Why Do Developers Love GraphQL?

Why Do Developers Love GraphQL?

GraphQL has changed how developers interact with data in their applications and has often been called the successor to REST. REST APIs have been the standard for a long time but lack certain features to make consuming them easy. GraphQL on the other is hand was created to make the lifes of developers easy. So why do developers love GraphQL so much? In this blog post, I’ll give you three reasons why!

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Can you compare GraphQL and tRPC?

If you haven’t heard of GraphQL, it’s a query language for APIs. It was created by Facebook in 2012 and open-sourced in 2015. GraphQL allows you to query data from an API in a structured way. It’s a great alternative to REST, the most popular way to create APIs today.

I started using GraphQL in 2016 during a hackathon in Berlin and have been using it ever since. I’m using GraphQL in all my projects where I need access to an API, and I have been creating content about GraphQL for years. I’ve created a GraphQL book, Fullstack GraphQL, and multiple GraphQL tutorials on my YouTube channel.

One of the biggest advantages of GraphQL is that you only need one single endpoint to query all your data. In REST, you need multiple endpoints to query different data. Generally speaking, every data entity (like a database table) in REST API will have its own endpoint. For example, if you want to get a list of posts and a specific from a CMS API, you need to send requests to two endpoints:

In GraphQL, you can request both the list of posts and the specific post in one single query:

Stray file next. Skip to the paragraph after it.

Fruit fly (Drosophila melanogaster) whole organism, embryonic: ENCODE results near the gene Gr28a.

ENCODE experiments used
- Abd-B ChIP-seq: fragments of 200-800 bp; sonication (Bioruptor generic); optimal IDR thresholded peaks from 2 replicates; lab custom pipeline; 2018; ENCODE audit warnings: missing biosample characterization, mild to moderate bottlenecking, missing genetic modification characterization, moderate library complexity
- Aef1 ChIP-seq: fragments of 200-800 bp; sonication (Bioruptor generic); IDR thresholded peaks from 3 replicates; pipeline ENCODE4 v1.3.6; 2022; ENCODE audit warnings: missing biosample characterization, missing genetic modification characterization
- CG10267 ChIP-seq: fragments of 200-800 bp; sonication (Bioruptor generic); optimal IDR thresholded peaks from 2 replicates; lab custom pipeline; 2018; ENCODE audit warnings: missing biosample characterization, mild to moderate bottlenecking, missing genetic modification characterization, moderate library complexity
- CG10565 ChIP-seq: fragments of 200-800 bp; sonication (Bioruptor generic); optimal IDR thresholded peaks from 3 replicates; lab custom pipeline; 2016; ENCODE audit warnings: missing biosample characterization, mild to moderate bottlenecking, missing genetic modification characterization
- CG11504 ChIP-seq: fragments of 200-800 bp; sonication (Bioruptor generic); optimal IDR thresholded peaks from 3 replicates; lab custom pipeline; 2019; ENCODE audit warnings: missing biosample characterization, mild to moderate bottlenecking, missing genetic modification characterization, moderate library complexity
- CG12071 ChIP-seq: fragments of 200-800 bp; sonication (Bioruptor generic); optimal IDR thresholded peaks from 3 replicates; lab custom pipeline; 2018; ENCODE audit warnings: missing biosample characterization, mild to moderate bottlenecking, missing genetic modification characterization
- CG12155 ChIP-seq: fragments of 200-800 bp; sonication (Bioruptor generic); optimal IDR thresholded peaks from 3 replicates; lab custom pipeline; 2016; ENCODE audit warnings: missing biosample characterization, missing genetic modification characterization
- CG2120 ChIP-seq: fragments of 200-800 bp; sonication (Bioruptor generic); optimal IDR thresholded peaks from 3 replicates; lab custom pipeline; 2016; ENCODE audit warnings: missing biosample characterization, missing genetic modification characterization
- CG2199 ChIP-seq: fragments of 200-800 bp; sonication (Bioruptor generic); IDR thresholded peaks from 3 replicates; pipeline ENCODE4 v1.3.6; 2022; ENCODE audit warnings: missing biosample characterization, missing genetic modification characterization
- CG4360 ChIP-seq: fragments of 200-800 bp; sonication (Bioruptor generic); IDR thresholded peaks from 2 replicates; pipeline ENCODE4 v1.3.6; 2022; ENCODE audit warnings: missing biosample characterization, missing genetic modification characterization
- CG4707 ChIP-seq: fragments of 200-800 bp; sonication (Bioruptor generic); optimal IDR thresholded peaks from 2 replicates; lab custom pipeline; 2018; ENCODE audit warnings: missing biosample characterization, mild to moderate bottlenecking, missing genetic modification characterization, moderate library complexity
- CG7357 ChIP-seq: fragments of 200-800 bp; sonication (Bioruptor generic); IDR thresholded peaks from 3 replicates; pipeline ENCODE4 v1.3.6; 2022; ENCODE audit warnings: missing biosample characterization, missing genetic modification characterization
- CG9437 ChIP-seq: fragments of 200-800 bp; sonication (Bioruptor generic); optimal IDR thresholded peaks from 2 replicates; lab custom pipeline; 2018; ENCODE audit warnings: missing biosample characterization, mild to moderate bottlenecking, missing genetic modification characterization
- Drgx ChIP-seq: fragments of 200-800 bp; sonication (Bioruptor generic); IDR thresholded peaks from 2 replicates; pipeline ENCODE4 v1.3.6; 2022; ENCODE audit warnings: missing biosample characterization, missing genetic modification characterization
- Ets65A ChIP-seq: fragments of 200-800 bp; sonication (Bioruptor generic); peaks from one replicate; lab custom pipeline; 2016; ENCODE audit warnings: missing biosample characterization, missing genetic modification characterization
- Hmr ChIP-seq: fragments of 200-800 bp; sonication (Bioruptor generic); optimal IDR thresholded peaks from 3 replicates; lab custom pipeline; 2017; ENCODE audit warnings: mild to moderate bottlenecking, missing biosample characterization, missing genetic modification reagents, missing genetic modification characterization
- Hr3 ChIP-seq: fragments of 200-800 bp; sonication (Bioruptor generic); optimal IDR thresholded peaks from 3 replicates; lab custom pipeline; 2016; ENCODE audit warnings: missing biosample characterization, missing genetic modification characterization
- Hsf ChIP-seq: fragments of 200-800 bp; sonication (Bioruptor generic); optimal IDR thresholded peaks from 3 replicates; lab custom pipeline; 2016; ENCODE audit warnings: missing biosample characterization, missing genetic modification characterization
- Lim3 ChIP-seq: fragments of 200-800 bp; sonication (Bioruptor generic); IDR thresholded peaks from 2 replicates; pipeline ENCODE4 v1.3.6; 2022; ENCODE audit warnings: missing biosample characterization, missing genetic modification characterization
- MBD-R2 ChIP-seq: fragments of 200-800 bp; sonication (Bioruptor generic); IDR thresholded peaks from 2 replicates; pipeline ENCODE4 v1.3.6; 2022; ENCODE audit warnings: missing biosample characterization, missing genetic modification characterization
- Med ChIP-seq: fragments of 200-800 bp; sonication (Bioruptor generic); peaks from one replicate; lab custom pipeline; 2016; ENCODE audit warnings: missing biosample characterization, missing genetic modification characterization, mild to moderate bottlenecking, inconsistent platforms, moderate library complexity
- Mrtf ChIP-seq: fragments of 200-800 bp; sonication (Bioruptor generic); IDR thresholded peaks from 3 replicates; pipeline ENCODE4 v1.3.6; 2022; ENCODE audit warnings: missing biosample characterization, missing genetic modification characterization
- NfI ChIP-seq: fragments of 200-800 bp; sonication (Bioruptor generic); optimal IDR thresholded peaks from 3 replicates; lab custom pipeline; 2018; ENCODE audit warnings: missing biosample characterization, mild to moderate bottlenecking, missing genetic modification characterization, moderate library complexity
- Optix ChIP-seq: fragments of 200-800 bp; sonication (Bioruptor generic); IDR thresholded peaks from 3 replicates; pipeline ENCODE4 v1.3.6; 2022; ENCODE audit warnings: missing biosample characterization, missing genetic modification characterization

query {
posts {
id
title
}
post(id: 1) {
id
title
}
}

GraphQL would execute this query against a single endpoint, which is much easier to manage. You don’t need to worry about creating multiple endpoints, and you don’t need to worry about versioning them.

In REST, you sometimes fetch more than the data you actually need, and this is called over-fetching. In the example from the previous section, you’re fetching the list of posts from a REST API, and let’s say we want to display them on an overview page. Therefore we need the id and title of each post, but this REST API is returning a lot more data than you need. Not only is it returning the id and title of the post, but also the body and userId. Getting more data than you need wastes bandwidth and processing power.

[
{
"id": 1,
"userId": 1,
"title": "sunt aut facere repellat provident occaecati excepturi optio reprehenderit",
"body": "quia et suscipit\nsuscipit recusandae consequuntur expedita et cum\nreprehenderit molestiae ut ut quas totam\nnostrum rerum est autem sunt rem eveniet architecto"
},
{
"id": 2,
"userId": 1,
"title": "qui est esse",
"body": "est rerum tempore vitae\nsequi sint nihil reprehenderit dolor beatae ea dolores neque\nfugiat blanditiis voluptate porro vel nihil molestiae ut reiciendis\nqui aperiam non debitis possimus qui neque nisi nulla"
}
// Other posts...
]

In GraphQL, you can request exactly the data you need by specifying the fields you want to get in your query: